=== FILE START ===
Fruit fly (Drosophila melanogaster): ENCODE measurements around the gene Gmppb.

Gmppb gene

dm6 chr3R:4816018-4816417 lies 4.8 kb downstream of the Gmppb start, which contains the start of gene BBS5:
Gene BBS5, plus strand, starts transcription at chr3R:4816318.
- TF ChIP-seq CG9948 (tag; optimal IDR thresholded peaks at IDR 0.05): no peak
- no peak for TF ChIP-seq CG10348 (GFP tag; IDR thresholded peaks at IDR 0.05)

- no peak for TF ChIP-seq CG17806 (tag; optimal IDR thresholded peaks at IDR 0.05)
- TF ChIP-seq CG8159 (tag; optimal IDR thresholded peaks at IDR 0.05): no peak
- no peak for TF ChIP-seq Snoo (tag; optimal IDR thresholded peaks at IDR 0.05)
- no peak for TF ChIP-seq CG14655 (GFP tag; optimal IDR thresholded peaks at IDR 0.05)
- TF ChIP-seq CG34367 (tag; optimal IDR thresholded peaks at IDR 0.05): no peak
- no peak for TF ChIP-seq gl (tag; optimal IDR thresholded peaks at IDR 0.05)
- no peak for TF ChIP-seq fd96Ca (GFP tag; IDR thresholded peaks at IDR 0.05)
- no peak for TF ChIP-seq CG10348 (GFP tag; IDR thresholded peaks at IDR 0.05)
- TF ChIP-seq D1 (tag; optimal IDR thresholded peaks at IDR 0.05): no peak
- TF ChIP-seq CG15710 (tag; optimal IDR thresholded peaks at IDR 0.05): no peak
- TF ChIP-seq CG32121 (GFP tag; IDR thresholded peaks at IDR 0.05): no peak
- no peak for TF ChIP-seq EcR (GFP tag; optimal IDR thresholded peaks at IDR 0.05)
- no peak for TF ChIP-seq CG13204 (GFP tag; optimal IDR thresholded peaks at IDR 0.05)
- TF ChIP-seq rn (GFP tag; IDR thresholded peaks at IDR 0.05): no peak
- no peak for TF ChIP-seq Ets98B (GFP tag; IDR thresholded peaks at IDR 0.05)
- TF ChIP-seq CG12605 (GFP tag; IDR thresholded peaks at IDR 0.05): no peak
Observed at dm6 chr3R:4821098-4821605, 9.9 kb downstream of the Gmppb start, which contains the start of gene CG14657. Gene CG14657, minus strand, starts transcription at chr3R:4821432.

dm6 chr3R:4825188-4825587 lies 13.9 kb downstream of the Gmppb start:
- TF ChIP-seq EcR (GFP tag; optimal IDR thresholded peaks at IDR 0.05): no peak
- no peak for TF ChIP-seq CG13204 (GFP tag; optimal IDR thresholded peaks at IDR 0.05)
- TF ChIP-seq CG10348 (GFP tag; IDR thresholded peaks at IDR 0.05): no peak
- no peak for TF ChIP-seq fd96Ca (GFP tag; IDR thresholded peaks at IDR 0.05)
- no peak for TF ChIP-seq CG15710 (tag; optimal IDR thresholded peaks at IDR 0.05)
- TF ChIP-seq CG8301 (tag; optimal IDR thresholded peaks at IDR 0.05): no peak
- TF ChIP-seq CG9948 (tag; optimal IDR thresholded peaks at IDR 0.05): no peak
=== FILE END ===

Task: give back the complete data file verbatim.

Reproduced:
Fruit fly (Drosophila melanogaster): ENCODE measurements around the gene Gmppb.

Gmppb gene

dm6 chr3R:4816018-4816417 lies 4.8 kb downstream of the Gmppb start, which contains the start of gene BBS5:
Gene BBS5, plus strand, starts transcription at chr3R:4816318.
- TF ChIP-seq CG9948 (tag; optimal IDR thresholded peaks at IDR 0.05): no peak
- no peak for TF ChIP-seq CG10348 (GFP tag; IDR thresholded peaks at IDR 0.05)

- no peak for TF ChIP-seq CG17806 (tag; optimal IDR thresholded peaks at IDR 0.05)
- TF ChIP-seq CG8159 (tag; optimal IDR thresholded peaks at IDR 0.05): no peak
- no peak for TF ChIP-seq Snoo (tag; optimal IDR thresholded peaks at IDR 0.05)
- no peak for TF ChIP-seq CG14655 (GFP tag; optimal IDR thresholded peaks at IDR 0.05)
- TF ChIP-seq CG34367 (tag; optimal IDR thresholded peaks at IDR 0.05): no peak
- no peak for TF ChIP-seq gl (tag; optimal IDR thresholded peaks at IDR 0.05)
- no peak for TF ChIP-seq fd96Ca (GFP tag; IDR thresholded peaks at IDR 0.05)
- no peak for TF ChIP-seq CG10348 (GFP tag; IDR thresholded peaks at IDR 0.05)
- TF ChIP-seq D1 (tag; optimal IDR thresholded peaks at IDR 0.05): no peak
- TF ChIP-seq CG15710 (tag; optimal IDR thresholded peaks at IDR 0.05): no peak
- TF ChIP-seq CG32121 (GFP tag; IDR thresholded peaks at IDR 0.05): no peak
- no peak for TF ChIP-seq EcR (GFP tag; optimal IDR thresholded peaks at IDR 0.05)
- no peak for TF ChIP-seq CG13204 (GFP tag; optimal IDR thresholded peaks at IDR 0.05)
- TF ChIP-seq rn (GFP tag; IDR thresholded peaks at IDR 0.05): no peak
- no peak for TF ChIP-seq Ets98B (GFP tag; IDR thresholded peaks at IDR 0.05)
- TF ChIP-seq CG12605 (GFP tag; IDR thresholded peaks at IDR 0.05): no peak
Observed at dm6 chr3R:4821098-4821605, 9.9 kb downstream of the Gmppb start, which contains the start of gene CG14657. Gene CG14657, minus strand, starts transcription at chr3R:4821432.

dm6 chr3R:4825188-4825587 lies 13.9 kb downstream of the Gmppb start:
- TF ChIP-seq EcR (GFP tag; optimal IDR thresholded peaks at IDR 0.05): no peak
- no peak for TF ChIP-seq CG13204 (GFP tag; optimal IDR thresholded peaks at IDR 0.05)
- TF ChIP-seq CG10348 (GFP tag; IDR thresholded peaks at IDR 0.05): no peak
- no peak for TF ChIP-seq fd96Ca (GFP tag; IDR thresholded peaks at IDR 0.05)
- no peak for TF ChIP-seq CG15710 (tag; optimal IDR thresholded peaks at IDR 0.05)
- TF ChIP-seq CG8301 (tag; optimal IDR thresholded peaks at IDR 0.05): no peak
- TF ChIP-seq CG9948 (tag; optimal IDR thresholded peaks at IDR 0.05): no peak